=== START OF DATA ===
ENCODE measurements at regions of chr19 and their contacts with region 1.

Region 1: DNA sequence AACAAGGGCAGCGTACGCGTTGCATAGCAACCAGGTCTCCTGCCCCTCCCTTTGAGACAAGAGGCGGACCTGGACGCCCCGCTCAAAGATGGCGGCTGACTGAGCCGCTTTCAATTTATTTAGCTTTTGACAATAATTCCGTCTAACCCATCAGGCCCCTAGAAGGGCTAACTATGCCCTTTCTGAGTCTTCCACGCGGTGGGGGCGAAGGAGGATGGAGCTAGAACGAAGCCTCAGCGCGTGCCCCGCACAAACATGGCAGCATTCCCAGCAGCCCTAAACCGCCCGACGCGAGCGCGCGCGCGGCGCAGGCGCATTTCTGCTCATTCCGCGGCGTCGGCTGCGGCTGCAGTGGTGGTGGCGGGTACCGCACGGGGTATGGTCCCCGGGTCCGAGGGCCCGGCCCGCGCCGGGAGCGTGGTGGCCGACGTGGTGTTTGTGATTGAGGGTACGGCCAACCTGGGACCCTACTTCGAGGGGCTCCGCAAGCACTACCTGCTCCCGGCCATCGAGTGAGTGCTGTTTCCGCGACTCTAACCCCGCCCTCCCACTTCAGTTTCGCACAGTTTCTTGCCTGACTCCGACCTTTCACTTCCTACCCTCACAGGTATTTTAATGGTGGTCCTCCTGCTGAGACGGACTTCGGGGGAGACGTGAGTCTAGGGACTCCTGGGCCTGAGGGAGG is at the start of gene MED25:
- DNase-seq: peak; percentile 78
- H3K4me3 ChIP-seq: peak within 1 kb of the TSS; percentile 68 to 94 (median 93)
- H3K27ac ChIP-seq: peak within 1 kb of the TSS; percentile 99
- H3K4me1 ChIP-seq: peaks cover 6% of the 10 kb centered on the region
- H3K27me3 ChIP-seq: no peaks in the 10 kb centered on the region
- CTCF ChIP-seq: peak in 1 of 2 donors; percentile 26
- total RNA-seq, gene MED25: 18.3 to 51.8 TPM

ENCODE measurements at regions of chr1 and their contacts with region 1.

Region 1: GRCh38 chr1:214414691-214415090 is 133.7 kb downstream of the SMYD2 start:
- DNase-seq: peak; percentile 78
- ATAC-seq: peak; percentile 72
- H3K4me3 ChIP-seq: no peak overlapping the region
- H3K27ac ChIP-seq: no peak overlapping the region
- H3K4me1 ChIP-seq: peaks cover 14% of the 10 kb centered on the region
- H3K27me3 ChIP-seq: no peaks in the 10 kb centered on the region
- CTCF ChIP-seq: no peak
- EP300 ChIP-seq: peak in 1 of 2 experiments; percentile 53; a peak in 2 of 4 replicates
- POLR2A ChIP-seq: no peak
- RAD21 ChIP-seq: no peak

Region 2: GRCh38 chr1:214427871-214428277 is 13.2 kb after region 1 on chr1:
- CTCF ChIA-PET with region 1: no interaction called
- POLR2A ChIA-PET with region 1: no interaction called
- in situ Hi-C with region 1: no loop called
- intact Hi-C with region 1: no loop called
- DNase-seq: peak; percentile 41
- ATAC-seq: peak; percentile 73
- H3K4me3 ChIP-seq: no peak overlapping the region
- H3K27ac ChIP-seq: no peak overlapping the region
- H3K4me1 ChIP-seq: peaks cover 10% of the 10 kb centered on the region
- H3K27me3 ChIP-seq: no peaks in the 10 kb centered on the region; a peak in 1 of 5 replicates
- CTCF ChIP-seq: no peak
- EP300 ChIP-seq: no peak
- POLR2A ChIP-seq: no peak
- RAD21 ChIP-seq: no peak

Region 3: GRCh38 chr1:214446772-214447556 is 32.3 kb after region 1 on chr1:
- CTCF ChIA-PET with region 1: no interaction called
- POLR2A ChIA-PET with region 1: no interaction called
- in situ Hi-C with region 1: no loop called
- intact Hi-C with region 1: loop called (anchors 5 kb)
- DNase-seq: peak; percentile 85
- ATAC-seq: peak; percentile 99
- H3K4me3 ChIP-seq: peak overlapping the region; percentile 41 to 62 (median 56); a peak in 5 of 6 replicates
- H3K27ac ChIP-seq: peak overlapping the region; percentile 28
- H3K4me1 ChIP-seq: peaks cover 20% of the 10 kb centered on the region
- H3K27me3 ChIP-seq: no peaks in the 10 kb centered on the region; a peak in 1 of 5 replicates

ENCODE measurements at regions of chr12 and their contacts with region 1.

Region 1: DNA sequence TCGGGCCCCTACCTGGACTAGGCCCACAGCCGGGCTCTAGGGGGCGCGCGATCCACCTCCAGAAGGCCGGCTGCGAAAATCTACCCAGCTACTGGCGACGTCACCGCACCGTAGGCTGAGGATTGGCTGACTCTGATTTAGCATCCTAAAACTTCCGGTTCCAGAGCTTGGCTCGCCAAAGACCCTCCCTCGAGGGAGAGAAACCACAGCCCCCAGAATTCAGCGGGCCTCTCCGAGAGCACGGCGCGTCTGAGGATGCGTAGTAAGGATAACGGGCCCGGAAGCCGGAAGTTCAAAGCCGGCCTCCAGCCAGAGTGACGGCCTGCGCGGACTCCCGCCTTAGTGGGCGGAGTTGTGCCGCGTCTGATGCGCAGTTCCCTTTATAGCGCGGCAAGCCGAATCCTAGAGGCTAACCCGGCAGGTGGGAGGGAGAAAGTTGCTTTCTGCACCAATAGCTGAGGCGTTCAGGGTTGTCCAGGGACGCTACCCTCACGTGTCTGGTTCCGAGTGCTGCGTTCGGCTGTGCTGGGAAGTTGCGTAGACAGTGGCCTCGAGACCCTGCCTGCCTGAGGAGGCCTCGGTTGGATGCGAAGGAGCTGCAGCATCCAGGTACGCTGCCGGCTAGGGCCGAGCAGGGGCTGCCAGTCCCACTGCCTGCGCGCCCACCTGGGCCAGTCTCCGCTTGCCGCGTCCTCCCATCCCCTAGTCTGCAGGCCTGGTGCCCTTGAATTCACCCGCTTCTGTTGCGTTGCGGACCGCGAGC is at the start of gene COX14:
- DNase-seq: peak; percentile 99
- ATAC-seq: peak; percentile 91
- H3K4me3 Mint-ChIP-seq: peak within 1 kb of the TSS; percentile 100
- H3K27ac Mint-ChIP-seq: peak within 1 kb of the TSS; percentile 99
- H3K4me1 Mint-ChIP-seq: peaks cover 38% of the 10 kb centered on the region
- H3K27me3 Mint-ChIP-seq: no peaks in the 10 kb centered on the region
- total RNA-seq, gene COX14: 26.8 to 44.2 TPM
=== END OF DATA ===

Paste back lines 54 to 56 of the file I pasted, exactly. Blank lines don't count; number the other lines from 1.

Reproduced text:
- H3K4me1 Mint-ChIP-seq: peaks cover 38% of the 10 kb centered on the region
- H3K27me3 Mint-ChIP-seq: no peaks in the 10 kb centered on the region
- total RNA-seq, gene COX14: 26.8 to 44.2 TPM